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Soldier gets a resting place
300 people fill small Venango County church to pay final respects to G.I. killed in Iraq
Saturday, April 17, 2004

SENECA, Pa. -- One week after his last day in Iraq, Spc. Jonathan Kephart was back in the church he loved yesterday, in a flag-draped coffin surrounded by a congregation that joined in a robust chorus for "Victory in Jesus."

Andy Starnes, Post-Gazette
Donna and Burton Kephart watch yesterday as an honor guard folds the flag that had draped the casket of their son, Spc. Jonathan Kephart, who was fatally wounded in an ambush near Baghdad last week.
Click photo for larger image.
The 21-year-old was laid to rest at Brandon Cemetery, near the juncture of two dirt roads across a fallow field from Faith Baptist Church. More than 300 people turned out for his service in Venango County. In front of houses that lined the road, flags at half-staff waved gently under a baby-blue sky.

Receiving well-wishers at the front of the church, Jonathan's father, Burton Kephart, whose family lives in Oil City, shook hand after hand, saying, "Thank you for coming." To one man, he said, "God is very good." The friend dropped the handshake and embraced the stoic father, whose eyes welled with tears as he said, "He's in his glory."

The second of four children, Jonathan was wounded in an ambush near Baghdad April 8 while on patrol as a member of the Army's 230th Military Police Company. He died the next day. He had been in Iraq for 10 days after a little more than two years in the Army.

The family did not wish to reveal the details of his death yesterday, but Kephart's basketball coach and pastor at Faith Christian Academy, David Foote, said a young man had driven from Sharon to pay his respects at the funeral home Thursday night because, he said, "Jonathan had saved his sister's life."


Spc. Jonathan Kephart
Burton Kephart, who drives a truck for a lumber company, took a step away from his family, out into the open, and tilted his head as the flag was folded into a triangle. Then he stepped back into the fold with his wife, Donna, a teacher, and their surviving children, Anna Rose, 23, David, 17, and Deborah, 15.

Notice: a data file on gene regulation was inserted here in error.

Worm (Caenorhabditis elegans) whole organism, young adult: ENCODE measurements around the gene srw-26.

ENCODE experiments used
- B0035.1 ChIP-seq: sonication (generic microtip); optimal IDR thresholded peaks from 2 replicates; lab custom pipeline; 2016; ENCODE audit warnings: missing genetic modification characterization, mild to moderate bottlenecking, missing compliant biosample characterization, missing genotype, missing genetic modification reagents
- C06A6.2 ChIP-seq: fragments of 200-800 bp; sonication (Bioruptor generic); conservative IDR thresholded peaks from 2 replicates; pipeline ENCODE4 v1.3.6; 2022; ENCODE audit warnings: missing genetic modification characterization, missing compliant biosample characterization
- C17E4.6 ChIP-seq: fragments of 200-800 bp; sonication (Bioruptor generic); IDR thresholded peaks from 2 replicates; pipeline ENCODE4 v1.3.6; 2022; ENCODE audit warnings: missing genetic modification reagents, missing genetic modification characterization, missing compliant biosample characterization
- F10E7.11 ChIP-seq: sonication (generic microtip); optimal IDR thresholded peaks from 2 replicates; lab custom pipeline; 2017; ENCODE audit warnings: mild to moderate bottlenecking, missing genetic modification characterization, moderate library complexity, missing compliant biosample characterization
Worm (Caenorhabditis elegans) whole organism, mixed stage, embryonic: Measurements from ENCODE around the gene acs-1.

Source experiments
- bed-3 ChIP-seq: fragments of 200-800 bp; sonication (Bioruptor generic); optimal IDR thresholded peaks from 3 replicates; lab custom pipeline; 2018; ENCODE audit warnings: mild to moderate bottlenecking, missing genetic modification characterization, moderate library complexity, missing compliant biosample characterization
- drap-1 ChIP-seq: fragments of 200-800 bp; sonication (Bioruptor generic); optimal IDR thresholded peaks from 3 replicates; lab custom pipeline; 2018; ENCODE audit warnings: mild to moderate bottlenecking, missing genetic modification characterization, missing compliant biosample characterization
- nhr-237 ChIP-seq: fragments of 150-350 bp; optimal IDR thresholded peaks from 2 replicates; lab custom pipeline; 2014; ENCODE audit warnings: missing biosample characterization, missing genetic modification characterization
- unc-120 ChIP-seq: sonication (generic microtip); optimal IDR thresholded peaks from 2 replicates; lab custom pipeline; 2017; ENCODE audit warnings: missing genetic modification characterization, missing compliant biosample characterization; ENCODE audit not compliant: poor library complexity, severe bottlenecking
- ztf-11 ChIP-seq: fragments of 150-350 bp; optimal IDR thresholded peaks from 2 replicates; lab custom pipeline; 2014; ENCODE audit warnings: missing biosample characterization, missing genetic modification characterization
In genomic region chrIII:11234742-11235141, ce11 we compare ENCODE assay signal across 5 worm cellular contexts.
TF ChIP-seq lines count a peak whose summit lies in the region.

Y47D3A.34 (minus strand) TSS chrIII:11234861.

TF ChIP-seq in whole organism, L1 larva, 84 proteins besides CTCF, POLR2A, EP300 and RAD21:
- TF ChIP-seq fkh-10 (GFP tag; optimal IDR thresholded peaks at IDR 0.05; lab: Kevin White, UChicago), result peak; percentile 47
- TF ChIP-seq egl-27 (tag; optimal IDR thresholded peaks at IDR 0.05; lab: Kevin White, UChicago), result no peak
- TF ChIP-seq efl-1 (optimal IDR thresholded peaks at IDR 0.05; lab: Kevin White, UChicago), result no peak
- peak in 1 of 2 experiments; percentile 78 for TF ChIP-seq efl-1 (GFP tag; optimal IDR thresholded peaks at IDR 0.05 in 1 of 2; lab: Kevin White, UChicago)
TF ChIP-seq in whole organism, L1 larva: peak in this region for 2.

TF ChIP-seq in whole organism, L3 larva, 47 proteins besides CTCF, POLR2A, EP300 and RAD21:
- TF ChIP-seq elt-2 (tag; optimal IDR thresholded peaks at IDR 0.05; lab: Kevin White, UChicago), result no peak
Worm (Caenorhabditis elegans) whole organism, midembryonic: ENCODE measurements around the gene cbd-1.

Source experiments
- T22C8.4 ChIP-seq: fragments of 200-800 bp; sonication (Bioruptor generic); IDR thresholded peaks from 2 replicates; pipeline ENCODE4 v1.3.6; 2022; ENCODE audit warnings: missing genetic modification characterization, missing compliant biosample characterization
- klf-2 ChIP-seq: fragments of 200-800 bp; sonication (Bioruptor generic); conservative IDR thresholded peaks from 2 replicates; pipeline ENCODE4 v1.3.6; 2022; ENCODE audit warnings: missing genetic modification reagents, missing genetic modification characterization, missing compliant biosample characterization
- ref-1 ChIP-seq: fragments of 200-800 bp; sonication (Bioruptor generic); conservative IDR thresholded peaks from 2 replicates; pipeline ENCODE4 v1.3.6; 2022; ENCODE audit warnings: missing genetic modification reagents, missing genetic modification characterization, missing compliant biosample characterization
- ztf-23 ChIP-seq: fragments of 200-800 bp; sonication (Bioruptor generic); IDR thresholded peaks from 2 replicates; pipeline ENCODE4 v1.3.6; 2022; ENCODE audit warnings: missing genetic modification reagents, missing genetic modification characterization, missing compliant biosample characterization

Donna Kephart held the folded flag and two boxes, one holding a Bronze Star, the other a Purple Heart. At the first notes of "Taps," Anna dropped her head into her hand and Deborah scrunched her eyebrows fiercely.

Foote addressed the congregation at the church, sharing memories of the young athlete he had obviously adored.

"Jonathan was a fierce competitor. If he didn't make a basket, he would glare at the basketball. If there was a chance to upgrade, he did. I told him, 'You're a good basketball player, but a great player makes his teammates better. He took that as a challenge. It was an upgrade he took to Iraq with him."

Kephart's goal was to be a policeman, "and he also wanted to learn construction and to serve the Lord," said his friend, Matt Bernard, who led the singing from the pulpit yesterday and who said his friend used to crack him up: "He would say things that were just hilarious."

Foote, who also has a painting business, hired Kephart to work with him. "He was probably the best worker I ever had. He was dependable, honest and fun to be around.

"We will all miss his mischievous smile. He's one of the nicest kids Oil City's ever seen."

First published on April 17, 2004 at 12:00 am
Diana Nelson Jones can be reached at djones@post-gazette.com or 412-263-1626.
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